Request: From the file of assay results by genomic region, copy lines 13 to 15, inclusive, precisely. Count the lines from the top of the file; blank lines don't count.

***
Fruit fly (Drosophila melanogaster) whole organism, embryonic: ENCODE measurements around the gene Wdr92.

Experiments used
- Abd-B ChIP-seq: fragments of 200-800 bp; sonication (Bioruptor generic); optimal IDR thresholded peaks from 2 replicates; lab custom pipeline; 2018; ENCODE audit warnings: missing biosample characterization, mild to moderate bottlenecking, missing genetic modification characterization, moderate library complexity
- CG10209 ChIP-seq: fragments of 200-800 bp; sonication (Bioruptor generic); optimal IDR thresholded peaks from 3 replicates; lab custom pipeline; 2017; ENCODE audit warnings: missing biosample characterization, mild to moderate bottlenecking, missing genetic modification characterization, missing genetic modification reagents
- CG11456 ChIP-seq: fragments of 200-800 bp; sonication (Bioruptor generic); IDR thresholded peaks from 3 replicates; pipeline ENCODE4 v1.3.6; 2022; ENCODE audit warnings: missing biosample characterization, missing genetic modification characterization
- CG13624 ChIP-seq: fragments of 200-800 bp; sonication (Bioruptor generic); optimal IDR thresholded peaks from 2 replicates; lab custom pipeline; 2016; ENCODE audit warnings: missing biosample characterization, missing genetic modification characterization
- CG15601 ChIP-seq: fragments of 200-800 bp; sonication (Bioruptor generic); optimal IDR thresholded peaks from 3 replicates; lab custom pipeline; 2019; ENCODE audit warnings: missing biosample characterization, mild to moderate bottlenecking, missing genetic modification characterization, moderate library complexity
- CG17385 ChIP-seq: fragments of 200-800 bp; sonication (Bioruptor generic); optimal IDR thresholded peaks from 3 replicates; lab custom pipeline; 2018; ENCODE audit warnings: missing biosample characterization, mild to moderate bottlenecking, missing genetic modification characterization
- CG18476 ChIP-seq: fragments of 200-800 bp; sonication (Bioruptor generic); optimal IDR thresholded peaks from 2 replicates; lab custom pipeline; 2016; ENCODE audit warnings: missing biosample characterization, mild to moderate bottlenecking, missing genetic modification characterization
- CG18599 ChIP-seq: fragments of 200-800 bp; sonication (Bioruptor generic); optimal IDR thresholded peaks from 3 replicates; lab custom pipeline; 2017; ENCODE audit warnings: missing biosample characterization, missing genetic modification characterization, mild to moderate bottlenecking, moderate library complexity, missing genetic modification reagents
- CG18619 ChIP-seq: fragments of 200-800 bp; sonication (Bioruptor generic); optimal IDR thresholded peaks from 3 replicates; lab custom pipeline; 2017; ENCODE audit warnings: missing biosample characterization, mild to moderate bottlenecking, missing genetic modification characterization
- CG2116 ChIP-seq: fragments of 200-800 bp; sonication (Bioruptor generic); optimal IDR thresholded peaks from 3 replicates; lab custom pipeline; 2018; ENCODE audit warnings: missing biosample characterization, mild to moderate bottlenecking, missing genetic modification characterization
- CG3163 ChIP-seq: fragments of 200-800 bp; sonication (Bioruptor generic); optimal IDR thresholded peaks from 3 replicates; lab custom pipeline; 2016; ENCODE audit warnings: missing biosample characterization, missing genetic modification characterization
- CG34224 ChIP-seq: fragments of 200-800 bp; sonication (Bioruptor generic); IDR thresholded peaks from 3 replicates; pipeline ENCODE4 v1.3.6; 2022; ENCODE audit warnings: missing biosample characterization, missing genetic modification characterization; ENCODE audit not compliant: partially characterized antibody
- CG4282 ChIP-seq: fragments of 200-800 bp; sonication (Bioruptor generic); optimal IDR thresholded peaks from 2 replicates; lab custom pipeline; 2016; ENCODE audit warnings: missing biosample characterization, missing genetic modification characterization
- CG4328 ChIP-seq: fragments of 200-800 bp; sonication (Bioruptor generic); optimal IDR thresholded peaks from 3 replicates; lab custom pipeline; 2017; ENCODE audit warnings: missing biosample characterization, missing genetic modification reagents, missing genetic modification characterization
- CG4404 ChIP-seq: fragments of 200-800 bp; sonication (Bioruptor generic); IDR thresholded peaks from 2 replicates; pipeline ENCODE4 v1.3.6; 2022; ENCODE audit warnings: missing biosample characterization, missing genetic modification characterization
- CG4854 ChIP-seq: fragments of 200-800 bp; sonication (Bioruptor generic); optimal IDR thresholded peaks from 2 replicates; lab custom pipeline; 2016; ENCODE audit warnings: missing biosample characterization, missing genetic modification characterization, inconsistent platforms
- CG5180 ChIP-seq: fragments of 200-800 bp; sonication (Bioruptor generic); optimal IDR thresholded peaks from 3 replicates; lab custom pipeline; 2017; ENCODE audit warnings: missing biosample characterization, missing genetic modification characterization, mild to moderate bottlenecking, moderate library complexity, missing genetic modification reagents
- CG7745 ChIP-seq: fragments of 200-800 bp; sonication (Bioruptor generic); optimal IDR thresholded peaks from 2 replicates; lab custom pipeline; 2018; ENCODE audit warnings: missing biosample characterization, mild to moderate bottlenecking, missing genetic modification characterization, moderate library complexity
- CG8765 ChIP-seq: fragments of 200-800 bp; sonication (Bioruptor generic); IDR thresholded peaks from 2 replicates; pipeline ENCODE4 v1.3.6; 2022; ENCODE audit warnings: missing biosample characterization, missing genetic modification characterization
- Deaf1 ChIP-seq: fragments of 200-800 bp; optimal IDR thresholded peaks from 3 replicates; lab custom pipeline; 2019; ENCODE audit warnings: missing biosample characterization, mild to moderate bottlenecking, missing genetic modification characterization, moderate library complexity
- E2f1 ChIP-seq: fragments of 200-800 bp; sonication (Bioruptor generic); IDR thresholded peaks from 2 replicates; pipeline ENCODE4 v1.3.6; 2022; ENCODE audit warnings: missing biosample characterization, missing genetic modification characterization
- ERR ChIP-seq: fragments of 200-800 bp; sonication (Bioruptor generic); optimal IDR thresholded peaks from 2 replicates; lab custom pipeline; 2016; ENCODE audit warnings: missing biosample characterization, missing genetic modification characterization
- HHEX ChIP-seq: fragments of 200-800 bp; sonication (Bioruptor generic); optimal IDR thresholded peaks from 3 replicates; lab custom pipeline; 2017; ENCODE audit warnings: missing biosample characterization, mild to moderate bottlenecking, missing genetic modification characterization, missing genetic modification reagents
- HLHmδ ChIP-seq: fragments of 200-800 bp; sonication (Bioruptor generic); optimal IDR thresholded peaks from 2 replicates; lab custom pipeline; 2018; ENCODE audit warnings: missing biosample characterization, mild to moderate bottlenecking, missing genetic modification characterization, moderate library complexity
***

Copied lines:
- CG3163 ChIP-seq: fragments of 200-800 bp; sonication (Bioruptor generic); optimal IDR thresholded peaks from 3 replicates; lab custom pipeline; 2016; ENCODE audit warnings: missing biosample characterization, missing genetic modification characterization
- CG34224 ChIP-seq: fragments of 200-800 bp; sonication (Bioruptor generic); IDR thresholded peaks from 3 replicates; pipeline ENCODE4 v1.3.6; 2022; ENCODE audit warnings: missing biosample characterization, missing genetic modification characterization; ENCODE audit not compliant: partially characterized antibody
- CG4282 ChIP-seq: fragments of 200-800 bp; sonication (Bioruptor generic); optimal IDR thresholded peaks from 2 replicates; lab custom pipeline; 2016; ENCODE audit warnings: missing biosample characterization, missing genetic modification characterization